How Bootstrap Grid Works

Posted on by By Nikhilesh, in Front End | 0

How Bootstarp grid works

Twitter bootstrap is one of the most well-known frontend framework out there on the web. It is very easy to get started with and can greatly speed up one’s workflow. It’s a great tool to quickly create a mock-ups. Although many websites use bootstrap in production, I will not recommend using it directly in production for two reasons. First is semantics and the other is bloat. But that is a whole other topic for discussion.

For now let’s just focus on the topic we have on our hands right now. I’ve been perplexed at times by the grid system and how it works? There might be other people out there who face similar problems. So here I try to explain how it works.

The Grid

The grid consists of mainly three components, namely: container, row and columns. Lets have a look at them individually.


The container is the foundation of the grid. It serves 2 purposes:

  1. To provide width constraint on resonpsive widths
  2. To provide padding to the content (shown in blue), so that they do not stick to the edge of the browser.

There are two types of containers available in bootstrap:

  1. Fluid Container: As the name suggests, it always spans the entire width of the browser. It can used by using .container-fluid class on a element.
  2. Responsive Container: It provides a width constraint to content depending on the width of the browser. It can used by using .container class on a element.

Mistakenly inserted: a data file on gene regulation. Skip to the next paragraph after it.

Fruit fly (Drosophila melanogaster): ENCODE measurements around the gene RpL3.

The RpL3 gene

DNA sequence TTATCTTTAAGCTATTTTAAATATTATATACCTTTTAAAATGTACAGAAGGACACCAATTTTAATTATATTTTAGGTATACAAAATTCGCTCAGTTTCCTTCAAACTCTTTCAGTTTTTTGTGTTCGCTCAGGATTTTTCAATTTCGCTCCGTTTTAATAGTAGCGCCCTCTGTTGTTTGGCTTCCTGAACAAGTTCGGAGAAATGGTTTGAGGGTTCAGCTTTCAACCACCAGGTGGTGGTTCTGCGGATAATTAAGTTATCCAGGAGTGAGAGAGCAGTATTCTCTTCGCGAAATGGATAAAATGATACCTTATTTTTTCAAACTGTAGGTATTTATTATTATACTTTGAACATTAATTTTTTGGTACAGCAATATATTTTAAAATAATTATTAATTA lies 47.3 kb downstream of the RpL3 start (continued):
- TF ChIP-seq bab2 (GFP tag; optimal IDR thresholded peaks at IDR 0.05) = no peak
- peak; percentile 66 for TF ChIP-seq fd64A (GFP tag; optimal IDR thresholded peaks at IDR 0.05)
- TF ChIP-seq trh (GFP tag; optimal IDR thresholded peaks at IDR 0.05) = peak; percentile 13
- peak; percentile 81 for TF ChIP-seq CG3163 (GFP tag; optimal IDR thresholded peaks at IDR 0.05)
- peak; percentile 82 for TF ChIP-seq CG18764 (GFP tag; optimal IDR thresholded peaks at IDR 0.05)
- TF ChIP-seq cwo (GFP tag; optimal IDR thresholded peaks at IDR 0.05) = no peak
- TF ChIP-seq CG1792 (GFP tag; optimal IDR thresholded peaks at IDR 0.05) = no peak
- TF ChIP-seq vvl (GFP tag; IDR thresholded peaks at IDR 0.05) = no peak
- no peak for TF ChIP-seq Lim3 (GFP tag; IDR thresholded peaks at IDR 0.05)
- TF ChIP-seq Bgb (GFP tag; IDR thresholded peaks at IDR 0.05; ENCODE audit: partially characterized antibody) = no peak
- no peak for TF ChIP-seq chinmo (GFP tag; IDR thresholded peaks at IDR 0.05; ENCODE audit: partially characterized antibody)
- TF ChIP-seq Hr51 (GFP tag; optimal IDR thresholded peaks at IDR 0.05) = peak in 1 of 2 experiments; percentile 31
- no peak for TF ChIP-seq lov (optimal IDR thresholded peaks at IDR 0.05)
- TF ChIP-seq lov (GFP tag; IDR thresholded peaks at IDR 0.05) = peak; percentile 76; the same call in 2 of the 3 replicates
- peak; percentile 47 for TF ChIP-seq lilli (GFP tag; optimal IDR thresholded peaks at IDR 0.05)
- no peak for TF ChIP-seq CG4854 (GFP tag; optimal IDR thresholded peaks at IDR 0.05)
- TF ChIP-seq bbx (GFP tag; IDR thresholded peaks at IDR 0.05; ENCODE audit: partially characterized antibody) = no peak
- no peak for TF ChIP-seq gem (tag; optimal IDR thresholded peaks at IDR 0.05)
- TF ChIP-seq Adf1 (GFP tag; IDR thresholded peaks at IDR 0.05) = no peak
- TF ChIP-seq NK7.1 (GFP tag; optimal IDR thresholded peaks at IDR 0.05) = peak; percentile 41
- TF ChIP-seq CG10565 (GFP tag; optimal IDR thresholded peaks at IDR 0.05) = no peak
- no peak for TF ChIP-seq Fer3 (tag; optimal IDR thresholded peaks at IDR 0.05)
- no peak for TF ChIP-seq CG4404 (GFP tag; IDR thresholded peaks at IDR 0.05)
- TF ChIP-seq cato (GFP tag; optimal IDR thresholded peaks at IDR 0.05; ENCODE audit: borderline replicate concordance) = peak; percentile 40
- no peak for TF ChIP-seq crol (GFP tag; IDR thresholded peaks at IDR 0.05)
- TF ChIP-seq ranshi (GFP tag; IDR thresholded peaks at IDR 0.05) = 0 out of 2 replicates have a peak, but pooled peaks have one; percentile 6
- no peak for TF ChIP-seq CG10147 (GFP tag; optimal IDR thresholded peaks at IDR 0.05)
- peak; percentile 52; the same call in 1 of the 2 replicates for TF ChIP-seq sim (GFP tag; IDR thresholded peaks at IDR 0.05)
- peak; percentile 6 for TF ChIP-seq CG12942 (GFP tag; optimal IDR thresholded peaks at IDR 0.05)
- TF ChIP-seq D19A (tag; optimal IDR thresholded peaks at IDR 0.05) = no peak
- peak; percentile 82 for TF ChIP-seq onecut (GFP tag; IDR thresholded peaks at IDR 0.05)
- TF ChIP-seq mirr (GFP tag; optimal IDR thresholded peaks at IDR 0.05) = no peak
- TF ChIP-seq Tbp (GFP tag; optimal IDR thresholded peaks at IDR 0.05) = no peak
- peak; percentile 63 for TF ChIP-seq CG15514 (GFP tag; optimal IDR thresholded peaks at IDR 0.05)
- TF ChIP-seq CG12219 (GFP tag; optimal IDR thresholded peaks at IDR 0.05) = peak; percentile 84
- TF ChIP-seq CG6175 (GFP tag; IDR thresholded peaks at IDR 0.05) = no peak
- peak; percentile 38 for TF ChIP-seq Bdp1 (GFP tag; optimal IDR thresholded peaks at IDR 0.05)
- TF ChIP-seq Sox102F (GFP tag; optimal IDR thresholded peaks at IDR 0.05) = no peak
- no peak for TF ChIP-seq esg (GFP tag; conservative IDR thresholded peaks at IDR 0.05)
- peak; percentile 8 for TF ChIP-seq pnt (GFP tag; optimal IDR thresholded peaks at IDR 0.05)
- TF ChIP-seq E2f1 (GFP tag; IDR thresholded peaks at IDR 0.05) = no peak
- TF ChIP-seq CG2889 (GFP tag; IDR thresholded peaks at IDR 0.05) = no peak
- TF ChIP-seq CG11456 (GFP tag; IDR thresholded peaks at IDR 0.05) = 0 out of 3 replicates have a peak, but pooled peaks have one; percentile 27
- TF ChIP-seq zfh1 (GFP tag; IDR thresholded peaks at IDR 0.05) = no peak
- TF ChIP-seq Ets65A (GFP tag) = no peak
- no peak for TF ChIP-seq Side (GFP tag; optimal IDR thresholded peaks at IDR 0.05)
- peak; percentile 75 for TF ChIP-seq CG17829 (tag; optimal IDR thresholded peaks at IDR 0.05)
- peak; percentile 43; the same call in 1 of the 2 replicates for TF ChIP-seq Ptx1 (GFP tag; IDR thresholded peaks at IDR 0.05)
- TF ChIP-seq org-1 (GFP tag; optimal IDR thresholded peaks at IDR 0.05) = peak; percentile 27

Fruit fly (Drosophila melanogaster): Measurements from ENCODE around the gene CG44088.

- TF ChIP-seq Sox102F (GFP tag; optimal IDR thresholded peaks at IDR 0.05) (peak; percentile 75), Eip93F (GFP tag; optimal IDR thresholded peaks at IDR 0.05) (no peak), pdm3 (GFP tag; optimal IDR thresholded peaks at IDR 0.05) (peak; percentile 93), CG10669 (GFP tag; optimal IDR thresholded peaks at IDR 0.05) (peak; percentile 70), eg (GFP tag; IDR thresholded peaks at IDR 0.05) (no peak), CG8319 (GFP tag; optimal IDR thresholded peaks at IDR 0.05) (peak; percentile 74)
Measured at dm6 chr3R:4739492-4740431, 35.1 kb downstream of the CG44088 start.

breakpoint container width
<768px None (auto)
≥768px 750px
≥992px 970px
≥1200px 1170px

Please avoid wrapping a .container within another .container or a .container-fluid within another .container-fluid



A row serves as a wrapper for columns. The columns must add upto 12 within a row. It also clears the float of the columns. A row has a negative margin of 15px on both sides (shown in green) which negates the 15px padding provided by the container. This is necessary for columns to work correctly as we’ll see later.


Do not use .row oustide .container or .container-fluid



A row must have columns that add up to 12. A column has a 15px padding (shown in pink), which touches the edge of the container (due to negative margin on row), thus behaves similar to a container. The padding also acts as a gutter (of 30px) between columns


Do not use .col-* oustide .row

The 15px padding (shown in pink) of a column, doesn’t allow the content to touch the edge of the browser and also acts as separator between columns



Extra small devices
Phones (< 768px)
Small devices
Tablets (≥ 768px)
Medium devices
Desktops (≥ 992px)
Large devices
Desktops (≥ 1200px)
Grid behavior Horizontal at all times Collapsed to start, horizontal above breakpoints
Container width None (auto) 750px 970px 1170px
Class prefix .col-xs- .col-sm- .col-md- .col-lg-

Detailed usage of columns can be found here



After setting up container(blue), rows(outer green) and columns(outer pink), new grids can be created using rows(inner green) straight away (you don’t need containers) because of the fact that columns behave the same way as the containers, providing 15px of padding to rows, which in turn negate them via their negative 15px margins.


In next post, I’ll continue this discussion with offsets, push and pull.


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